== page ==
Last time, I mentioned the old saying, “If you want to kill an idea, send it to a committee.” This reflects the struggles committees often experience trying to accomplish a task. Members may want to be successful in their efforts, but the team still flounders until members give up or the organization disbands the group. Some teams may find a solution, but it disappears when it is never implemented. The resulting frustration may keep members from ever wanting to be on a committee again.
Have you ever been part of teams like these? The problems often result from team members not having a clear idea about how to move the team forward. The use of a facilitator can help avoid these situations. They can the team make progress by using some basic techniques.
A facilitator is a neutral person (or people) whose role is to help the committee. An experienced facilitator will bring a variety of tools and ideas to help the group.
Committees will sometimes decide to have one of the members be the facilitator. They believe since the person is already on the team, they should be able to guide the process. No matter how well intentioned the team and facilitator may be, this often contributes to failure.
The most important characteristic of a facilitator is their neutrality. They will need to interact with all individuals and groups and build their trust as they work together. The moment they lose the perception of neutrality, their effectiveness is lost. Everything the facilitator does will be viewed with suspicion.
This is a key reason way attempting to facilitate your own team is difficult. No matter what the committee is doing, members have a stake in the outcome. Even if the facilitator tries hard to maintain neutrality, anything they say may be misinterpreted into favoring a solution, particularly by those on the other side. These perceptions can cloud the facilitator’s efforts on other issues. This is particularly the case when working with a labor-management committee.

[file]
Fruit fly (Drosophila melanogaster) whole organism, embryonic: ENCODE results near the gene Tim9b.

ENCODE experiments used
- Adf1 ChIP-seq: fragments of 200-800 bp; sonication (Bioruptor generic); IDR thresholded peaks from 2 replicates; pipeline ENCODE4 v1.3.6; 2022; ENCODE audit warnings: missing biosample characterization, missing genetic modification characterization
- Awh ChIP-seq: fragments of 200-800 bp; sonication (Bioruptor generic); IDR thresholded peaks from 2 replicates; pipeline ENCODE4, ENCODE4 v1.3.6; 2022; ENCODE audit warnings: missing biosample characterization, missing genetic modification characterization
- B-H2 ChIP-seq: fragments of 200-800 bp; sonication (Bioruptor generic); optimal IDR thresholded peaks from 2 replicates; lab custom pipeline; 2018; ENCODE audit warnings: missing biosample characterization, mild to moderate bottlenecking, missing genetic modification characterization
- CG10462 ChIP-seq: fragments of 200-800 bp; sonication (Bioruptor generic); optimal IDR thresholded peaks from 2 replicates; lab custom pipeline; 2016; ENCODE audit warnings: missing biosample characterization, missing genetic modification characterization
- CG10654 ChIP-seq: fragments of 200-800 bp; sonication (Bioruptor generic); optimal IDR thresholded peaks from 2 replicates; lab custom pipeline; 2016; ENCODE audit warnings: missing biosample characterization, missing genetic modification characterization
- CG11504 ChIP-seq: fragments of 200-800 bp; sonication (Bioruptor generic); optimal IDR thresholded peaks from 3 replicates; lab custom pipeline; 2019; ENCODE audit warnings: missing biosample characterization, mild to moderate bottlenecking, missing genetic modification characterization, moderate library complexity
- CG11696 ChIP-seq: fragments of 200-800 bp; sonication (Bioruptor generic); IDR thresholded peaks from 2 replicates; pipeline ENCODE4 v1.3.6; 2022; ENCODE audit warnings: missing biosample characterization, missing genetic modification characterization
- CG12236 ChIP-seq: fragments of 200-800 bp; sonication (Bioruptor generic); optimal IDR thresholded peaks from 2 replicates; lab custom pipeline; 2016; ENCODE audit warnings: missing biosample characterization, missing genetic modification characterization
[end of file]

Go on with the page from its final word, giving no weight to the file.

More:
Although it may seem like having a facilitator who is knowledgeable about the issue being considered, it can actually be detrimental. When the facilitator is a member of the committee, their opportunity to participate in the discussion and decision making is limited. Presumably, the person is on the committee because of their involvement with the problem or expertise on the issue. As a facilitator, the opportunity for the committee to benefit from the facilitator’s knowledge will be limited, which is unfair to the constituents of the individual.
Facilitators do not need to be content experts. They must be process experts. I regularly facilitate teams where my knowledge about the details of the issue is limited to what I may have learned by listening to the discussion. This lack of knowledge is not a problem (unlike on other occasions for me), because as a facilitator, I am there to help the team focus on its mission, utilize effective problem solving techniques, teach and utilize tools to help them with the process, and take other steps to help the committee improve their process. By actively listening to the discussion, I am still able to ask questions and offer suggestions to help the team make progress.
Although there may be a cost involved in using a facilitator, it can be money well spent. The improved process and outcomes can pay dividends to the organization. To get help facilitating in your organization, contact CALMC.